Data mapping and iterating in D3: The 3 week Stacked Bar Graph Experiment

One phrase that comes up in most of the Stack Overflow threads I’ve seen (which is a lot; I think Stack Overflow has become my visited website since starting this course) is “the d3 way of doing things”.

The name of the game in D3.JS is array manipulation. Most if not all d3 functions, follow a similar format; tell d3 what html element to look at, tell d3 to use some array, iterate over said array and create a new html element for each entry.

This is the double edged sword of using d3. On one hand, this eliminates most of the need to create iterative javascript functions to use your dataset. A typical iterative may look something like

Function(d,i) {

For I in d, i>=0, I == i

Return d.somevalue

I = I + 1

};

Whereas in d3, the heavy lifting is done within the library. So telling d3 to iterate over some data is as simple as d3.data(yourdata). This also means that creating classes of objects with the same/similar properties is incredibly simple. For example, for a simple bar chart, appending x positioning or bar height is as simple as

myGraph.selectAll("rect")//Tell d3 to look at all "rectangles"
.data(myData)//Tell d3 what datasset to iterate
.enter().append("rect")//Put in rectangles if there aren't any
.attr(“height”, function(d) { return d.y}
.attr(“width”, function(d) { return d.x}

With d3 doing the task of iterating over the array and generating bars for each row of your data.

Where this gets hairy, however, is that d3 itself like creating arrays. And it likes creating arrays from your arrays. And then arrays of those arrays from your array.

Enter my tumultuous relationship with the d3.stack function. D3.stack is a function that slices an input array based on a key that the user provides and assigns y values so that values can be compared vertically across comparison groups. So, for example, if your data has a categorical variable that you would like to use for analysis, you could instruct d3 to create subarray of values for each other variable of interest separated by those categories. So something like

Var ageBands = [“Control”,”Experiment”]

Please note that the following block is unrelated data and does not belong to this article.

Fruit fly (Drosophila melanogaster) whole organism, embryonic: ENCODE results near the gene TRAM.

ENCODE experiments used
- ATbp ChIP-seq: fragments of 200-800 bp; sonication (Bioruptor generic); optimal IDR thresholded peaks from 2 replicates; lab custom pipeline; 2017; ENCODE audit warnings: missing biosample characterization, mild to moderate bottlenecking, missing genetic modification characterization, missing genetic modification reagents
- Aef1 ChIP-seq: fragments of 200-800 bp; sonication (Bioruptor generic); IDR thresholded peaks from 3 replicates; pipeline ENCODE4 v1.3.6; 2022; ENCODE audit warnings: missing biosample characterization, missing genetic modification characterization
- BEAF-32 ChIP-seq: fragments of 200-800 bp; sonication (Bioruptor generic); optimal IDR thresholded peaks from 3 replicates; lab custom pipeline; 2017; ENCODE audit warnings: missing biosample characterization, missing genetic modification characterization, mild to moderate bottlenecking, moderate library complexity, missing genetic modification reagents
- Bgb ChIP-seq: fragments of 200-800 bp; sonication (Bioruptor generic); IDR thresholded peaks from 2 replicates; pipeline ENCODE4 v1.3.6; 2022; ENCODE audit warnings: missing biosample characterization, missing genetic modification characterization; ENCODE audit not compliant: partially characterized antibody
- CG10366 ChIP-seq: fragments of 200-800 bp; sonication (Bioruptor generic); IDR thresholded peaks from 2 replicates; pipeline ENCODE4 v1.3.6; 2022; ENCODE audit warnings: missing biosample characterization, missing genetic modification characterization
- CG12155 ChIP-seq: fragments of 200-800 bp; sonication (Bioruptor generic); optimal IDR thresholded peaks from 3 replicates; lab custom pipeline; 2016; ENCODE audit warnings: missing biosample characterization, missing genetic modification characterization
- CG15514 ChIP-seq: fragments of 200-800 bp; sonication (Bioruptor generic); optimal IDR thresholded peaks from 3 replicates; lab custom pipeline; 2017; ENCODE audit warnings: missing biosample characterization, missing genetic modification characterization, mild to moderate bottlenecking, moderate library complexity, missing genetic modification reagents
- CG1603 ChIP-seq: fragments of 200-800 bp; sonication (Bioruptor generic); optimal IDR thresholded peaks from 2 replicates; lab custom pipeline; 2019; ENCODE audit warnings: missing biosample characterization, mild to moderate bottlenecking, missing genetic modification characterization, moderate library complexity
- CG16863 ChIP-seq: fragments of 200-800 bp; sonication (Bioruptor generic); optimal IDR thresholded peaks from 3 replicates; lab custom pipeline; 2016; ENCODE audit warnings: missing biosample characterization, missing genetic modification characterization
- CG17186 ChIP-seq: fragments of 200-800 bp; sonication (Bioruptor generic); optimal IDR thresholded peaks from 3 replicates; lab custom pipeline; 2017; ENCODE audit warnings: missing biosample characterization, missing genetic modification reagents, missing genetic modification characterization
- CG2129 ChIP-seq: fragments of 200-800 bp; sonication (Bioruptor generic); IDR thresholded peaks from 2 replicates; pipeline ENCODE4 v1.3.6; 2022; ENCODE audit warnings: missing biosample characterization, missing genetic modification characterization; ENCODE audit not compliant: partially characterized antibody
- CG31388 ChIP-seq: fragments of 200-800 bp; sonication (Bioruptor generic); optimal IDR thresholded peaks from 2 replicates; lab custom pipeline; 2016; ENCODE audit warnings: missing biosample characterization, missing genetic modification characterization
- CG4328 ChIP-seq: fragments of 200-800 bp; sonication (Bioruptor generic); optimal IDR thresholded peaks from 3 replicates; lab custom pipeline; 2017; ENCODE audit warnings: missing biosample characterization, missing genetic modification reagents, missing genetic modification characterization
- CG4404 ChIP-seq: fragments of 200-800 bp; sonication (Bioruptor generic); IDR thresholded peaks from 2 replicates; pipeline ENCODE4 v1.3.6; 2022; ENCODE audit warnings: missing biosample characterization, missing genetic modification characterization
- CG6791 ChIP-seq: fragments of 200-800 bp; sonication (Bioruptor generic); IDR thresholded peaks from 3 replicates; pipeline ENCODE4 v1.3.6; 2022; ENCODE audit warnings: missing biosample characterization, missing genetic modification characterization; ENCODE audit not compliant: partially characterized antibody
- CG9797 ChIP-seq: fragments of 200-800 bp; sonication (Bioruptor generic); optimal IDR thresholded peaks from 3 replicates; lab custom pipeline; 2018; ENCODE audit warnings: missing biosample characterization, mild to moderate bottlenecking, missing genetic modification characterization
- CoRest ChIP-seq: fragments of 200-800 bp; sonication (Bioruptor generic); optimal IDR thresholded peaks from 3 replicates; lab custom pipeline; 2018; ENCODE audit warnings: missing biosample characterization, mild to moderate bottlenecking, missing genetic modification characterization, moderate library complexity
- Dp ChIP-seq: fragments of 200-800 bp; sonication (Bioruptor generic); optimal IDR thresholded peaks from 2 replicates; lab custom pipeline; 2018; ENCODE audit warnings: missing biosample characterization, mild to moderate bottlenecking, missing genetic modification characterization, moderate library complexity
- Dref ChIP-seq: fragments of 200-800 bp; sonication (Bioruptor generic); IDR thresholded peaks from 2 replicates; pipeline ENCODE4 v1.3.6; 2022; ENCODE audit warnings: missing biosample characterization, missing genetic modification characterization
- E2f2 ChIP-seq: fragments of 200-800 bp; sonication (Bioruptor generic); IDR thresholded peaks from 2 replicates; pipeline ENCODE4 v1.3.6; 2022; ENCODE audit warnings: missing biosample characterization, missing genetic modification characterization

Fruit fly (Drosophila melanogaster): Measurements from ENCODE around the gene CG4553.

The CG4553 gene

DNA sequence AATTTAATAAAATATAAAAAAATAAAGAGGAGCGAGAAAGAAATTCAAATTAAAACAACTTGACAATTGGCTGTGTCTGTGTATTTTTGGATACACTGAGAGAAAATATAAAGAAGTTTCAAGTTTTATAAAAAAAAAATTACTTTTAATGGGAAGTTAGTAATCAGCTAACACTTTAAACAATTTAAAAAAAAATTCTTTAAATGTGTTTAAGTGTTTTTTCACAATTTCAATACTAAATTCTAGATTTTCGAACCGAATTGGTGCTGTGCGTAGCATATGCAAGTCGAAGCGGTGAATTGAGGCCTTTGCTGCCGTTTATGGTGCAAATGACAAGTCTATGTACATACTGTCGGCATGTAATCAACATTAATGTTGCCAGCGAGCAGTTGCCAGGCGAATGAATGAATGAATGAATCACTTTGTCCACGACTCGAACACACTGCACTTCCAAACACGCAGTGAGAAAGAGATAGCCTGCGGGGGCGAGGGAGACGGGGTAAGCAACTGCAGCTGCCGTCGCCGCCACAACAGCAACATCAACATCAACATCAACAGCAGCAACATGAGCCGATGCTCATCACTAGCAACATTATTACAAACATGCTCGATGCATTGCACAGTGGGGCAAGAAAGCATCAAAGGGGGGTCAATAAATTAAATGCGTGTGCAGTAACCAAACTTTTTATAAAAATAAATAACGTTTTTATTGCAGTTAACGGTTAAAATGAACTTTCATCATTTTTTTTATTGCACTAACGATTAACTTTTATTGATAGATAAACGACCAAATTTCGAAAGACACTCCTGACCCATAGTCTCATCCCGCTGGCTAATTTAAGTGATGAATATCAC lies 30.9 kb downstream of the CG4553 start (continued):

Var stack = d3.stack(myData)

.keys(ageBands)

Would return two arrays, one for the control group and one for the experimental group, with subarrays for each other variable in the data.

D3.stack underwent some interesting changes in the migration from version 3 to version 4. The version 3 stack function would output individual rows for each other variable with y0 and y values representing the start and end y position of each bar in the “stack”.

0: [

{x: control, y0:0 , y:12}

{x: control, y0:0, y:20}

{x: control, y0:0, y:3}

]

1: [

{x: experiment, y0:12, y:

In version 4, however, new variables are not defined. The y0 and y values are represented by further subarrays of two values each, like this:

0: [

[0,12]

[0,20]

[0,3]

Key: control

]

1 : [

[12, 24]

[20,40]

[3,6]

Key:experiment

]

Additionally, each subarray has yet another array that contains the original data for that row. The nest array certainly makes for a more parsimonious and readable solution, however calling this information can become more problematic. Instead of accessing some value in a given array, the array has to be called via a function and then entries from the subarrays using code such as

.attr("height", function(d){ return d[0][0] - d[0][1]})

The nesting ultimately saves a lot of processing time, but takes a little getting used to, especially when the majority of resources on the internet, including d3’s API, cite examples using the old .stack() format.

So after three weeks of tinkering, this is what I’ve ended up with. No bells and whistles (yet), but everything displays where it should! In the javascript you can see the calls for the bar structures, as well as some broken tooltip code (which I am hoping to address today). The data comes from this study conducted by Faunalytics investigating the motivations, dietary habits, and recidivism among current and former vegans and vegetarians. Mean values were calculated using descriptive statistics functions in SPSS 24 and then written into the array manually.

New Goals for the Stacked Bar Chart Project

Tooltips are obviously the biggest missing piece here. The stacks themselves mean very little without the actual percentages. Another option would be to append text in the center of each bar with the percentage displayed, however I also don’t want too much visual information cluttering the visualization.

Axis labels are another concern, in the same vein. As of right now, the X-axis label is pulled from the variable names from the original dataset, and give very little contextual meaning about what those variables are supposed to represent. This is something I also considered addressing using tooltips, because of the limited space to write full descriptions along the axis.

There are other quality-of-life updates I would like to do with this code, however these are the big ones for right now.

 

Austin Round

 

2 thoughts on “Data mapping and iterating in D3: The 3 week Stacked Bar Graph Experiment

    1. Thanks Tom! And thanks for taking a crack at the tooltips. I got something functional on my chloropeth project; it looks like you and I took a similar approach, too.

      I’m going to revisit this bar chart project this weekend and see if I can make the legend/axis labeling more intuitive (rather than just variable names) and maybe add some animation, I’ll keep you posted.

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